Minnesota state lawmakers are listening after long-term care industry advocates testified this week about the need for more staffing support as providers work to comply with the federal government’s COVID-19 vaccine rule for healthcare workers.
“This is a potential powder keg with a very short fuse for long-term care, Kari Thurlow, vice president of advocacy for LeadingAge Minnesota. Her comments came as she testified during a hearing on Wednesday at the Minnesota State Capitol, according to local media reports.
“We face a scenario where we don’t have enough workers to serve the seniors in our settings, and despite our pleas for help, over the last several months, there are no concrete solutions either at the state or the federal levels, to help us solve our unprecedented workforce crisis,” Thurlow added.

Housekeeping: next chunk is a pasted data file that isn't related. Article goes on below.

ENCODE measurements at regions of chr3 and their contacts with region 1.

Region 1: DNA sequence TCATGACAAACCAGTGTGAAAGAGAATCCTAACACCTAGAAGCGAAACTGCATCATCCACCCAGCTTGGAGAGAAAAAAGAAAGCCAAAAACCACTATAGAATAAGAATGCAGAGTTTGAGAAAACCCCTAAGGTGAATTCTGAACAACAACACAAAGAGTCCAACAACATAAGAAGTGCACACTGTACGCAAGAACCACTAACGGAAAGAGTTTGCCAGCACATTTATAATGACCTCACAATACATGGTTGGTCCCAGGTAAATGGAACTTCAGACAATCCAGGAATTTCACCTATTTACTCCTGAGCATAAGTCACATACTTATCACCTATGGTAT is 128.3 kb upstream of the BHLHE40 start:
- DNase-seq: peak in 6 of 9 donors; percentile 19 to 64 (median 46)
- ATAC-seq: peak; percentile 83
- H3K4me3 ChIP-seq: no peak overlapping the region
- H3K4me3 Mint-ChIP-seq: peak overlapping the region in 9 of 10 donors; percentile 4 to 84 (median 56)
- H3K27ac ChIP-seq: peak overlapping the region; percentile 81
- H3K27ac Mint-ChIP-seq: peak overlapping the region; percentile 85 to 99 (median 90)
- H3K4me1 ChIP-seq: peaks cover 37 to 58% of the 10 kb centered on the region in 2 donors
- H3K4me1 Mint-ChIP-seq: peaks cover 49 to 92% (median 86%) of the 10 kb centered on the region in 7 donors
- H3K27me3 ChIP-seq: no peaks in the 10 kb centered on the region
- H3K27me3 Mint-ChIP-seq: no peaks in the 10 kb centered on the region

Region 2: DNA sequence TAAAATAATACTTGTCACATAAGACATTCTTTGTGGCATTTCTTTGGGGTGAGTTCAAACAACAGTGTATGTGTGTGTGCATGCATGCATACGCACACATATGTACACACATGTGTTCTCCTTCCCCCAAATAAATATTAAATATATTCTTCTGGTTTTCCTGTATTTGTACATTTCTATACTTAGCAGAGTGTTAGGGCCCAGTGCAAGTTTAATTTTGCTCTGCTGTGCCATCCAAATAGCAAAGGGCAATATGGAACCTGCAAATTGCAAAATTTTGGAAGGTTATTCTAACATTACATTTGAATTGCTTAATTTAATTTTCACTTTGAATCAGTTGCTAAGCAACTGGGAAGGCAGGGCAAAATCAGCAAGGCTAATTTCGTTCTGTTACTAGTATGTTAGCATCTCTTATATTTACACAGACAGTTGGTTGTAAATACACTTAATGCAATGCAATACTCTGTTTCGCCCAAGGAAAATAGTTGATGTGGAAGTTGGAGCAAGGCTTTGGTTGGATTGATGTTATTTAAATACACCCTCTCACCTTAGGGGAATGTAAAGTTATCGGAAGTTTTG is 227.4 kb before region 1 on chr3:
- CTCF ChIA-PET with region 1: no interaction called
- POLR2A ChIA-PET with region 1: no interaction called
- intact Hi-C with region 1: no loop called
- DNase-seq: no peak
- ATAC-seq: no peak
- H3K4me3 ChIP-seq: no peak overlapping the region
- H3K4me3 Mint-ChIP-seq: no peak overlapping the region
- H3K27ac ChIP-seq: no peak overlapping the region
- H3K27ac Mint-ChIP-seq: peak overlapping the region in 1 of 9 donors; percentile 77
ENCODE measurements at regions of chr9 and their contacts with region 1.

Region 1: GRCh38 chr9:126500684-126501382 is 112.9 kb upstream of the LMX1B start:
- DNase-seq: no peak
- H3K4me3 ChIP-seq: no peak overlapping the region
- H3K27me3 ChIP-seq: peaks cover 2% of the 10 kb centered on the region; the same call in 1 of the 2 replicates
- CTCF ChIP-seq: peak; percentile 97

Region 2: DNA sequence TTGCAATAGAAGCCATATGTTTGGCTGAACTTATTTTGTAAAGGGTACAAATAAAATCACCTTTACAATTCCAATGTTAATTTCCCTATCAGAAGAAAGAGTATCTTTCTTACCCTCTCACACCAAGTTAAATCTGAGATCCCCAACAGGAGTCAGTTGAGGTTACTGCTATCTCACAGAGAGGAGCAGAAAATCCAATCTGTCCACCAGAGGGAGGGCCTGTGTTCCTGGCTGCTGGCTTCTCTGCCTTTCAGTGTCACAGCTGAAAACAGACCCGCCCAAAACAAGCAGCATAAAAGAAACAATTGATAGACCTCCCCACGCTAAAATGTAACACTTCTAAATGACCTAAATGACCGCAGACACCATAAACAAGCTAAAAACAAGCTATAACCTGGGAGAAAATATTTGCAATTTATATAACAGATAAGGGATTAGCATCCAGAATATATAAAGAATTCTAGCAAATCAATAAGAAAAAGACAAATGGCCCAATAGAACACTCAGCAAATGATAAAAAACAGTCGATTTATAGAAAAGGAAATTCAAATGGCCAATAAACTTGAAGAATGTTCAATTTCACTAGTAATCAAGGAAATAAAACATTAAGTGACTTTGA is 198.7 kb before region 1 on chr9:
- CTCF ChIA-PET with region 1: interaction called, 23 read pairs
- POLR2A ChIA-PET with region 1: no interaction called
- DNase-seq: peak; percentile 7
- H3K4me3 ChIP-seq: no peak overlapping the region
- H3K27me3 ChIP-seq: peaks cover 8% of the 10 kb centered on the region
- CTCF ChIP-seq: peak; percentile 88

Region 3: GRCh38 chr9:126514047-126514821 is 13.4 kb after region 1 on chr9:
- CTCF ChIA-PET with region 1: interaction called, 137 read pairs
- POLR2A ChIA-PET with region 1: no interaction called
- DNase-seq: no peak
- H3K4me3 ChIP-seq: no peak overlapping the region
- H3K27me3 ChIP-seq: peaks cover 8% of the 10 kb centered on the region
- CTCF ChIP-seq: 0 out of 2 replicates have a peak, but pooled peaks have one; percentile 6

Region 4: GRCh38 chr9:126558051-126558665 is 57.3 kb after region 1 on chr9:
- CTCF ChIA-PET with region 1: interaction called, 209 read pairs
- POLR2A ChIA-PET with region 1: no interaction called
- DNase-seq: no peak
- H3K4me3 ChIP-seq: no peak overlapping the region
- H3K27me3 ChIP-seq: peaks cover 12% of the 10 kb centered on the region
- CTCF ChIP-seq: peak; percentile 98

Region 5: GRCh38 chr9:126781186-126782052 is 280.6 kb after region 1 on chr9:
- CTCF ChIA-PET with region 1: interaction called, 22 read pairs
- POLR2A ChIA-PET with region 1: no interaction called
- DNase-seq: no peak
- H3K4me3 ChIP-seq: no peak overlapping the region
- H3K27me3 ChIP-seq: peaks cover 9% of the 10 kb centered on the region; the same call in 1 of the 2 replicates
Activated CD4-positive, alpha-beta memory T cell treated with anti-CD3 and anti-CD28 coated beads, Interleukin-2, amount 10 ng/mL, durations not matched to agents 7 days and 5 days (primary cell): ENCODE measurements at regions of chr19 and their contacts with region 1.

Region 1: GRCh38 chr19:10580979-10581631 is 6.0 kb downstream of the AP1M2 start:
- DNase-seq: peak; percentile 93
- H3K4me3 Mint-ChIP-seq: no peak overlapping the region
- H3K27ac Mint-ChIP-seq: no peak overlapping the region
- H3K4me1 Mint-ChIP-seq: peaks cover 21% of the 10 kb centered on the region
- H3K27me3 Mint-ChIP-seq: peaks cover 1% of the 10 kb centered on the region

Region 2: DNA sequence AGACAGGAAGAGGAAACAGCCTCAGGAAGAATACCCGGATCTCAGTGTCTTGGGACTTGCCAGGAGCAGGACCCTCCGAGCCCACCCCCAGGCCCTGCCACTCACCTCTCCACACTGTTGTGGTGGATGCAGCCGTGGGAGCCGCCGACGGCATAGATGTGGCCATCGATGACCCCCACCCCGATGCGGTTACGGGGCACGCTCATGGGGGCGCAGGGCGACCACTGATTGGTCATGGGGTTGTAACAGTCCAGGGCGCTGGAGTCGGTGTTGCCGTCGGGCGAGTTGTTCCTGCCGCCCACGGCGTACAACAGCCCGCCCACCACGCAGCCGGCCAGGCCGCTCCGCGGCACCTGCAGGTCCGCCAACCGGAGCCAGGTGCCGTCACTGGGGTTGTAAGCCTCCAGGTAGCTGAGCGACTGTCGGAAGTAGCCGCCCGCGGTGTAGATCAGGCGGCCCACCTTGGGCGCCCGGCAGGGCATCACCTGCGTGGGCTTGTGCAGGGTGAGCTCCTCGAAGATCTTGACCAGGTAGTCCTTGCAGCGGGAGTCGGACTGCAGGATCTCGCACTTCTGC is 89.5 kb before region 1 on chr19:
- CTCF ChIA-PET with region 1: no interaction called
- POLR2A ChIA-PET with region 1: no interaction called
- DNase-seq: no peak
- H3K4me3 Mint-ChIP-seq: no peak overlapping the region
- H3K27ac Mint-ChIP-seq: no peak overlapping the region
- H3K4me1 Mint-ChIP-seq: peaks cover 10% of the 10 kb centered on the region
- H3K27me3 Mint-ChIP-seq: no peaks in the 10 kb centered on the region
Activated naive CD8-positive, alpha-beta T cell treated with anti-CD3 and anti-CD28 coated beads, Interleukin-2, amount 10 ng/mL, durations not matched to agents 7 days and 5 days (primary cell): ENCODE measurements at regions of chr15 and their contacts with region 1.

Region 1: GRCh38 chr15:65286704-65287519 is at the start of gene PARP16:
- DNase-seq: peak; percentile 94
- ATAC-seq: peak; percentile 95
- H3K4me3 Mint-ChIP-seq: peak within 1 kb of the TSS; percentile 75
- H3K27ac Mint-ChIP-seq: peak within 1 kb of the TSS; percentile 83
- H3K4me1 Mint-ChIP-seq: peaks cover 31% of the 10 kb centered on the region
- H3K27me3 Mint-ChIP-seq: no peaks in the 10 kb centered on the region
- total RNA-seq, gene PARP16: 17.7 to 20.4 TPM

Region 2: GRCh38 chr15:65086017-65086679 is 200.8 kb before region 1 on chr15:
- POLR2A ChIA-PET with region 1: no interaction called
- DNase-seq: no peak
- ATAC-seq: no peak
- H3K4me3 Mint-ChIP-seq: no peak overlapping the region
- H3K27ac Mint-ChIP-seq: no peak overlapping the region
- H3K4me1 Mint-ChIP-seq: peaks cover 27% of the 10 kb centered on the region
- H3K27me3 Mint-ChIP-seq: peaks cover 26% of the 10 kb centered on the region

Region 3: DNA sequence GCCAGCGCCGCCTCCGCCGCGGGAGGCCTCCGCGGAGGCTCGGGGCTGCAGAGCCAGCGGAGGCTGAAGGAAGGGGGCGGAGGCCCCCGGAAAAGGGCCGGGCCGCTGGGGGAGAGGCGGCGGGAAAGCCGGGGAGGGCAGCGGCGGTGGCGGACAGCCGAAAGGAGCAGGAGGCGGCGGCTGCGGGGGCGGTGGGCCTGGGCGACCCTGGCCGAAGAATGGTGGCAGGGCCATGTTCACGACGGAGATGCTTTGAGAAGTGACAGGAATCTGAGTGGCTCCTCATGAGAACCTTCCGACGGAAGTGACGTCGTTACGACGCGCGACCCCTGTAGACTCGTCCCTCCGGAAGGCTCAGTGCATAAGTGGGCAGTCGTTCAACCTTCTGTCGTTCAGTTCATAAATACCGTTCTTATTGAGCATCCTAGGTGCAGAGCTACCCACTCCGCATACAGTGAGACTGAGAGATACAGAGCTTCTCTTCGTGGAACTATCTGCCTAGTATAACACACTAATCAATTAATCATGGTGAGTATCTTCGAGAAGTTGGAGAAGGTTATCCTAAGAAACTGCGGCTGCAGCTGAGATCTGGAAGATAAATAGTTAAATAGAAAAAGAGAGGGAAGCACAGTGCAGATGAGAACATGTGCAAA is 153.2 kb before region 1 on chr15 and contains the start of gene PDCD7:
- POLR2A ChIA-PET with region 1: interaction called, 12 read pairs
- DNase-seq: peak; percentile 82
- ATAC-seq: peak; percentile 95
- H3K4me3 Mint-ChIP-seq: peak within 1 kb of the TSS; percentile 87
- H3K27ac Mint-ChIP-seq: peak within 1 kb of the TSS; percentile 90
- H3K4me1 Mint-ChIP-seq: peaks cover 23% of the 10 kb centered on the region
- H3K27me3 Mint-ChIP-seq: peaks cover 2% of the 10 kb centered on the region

Additional funding that would help increase wages and programs that allow providers to share staff are all options that state lawmakers view as a solution. Republican State Sen. Michelle Benson, however, noted the options have been discussed for a month and called on providers to send them proposals.
“When we start seeing nursing homes come down and go into receivership this is going to be an emergency, so if you need legislative approval send us the language,” Benson said.
Minnesota isn’t alone in the staffing shortages. The long-term care industry nationwide has lost about 221,000 jobs — a 14% drop — between March 2020 and October 2021, which is the worst among all sectors of healthcare.
“I would implore the committee to consider significant action to help statewide services that are essential to the livelihood of some of Minnesota’s most vulnerable citizens,” Alan Berner, vice president of community services for Minnesota-based independent living provider The Phoenix Residence, added.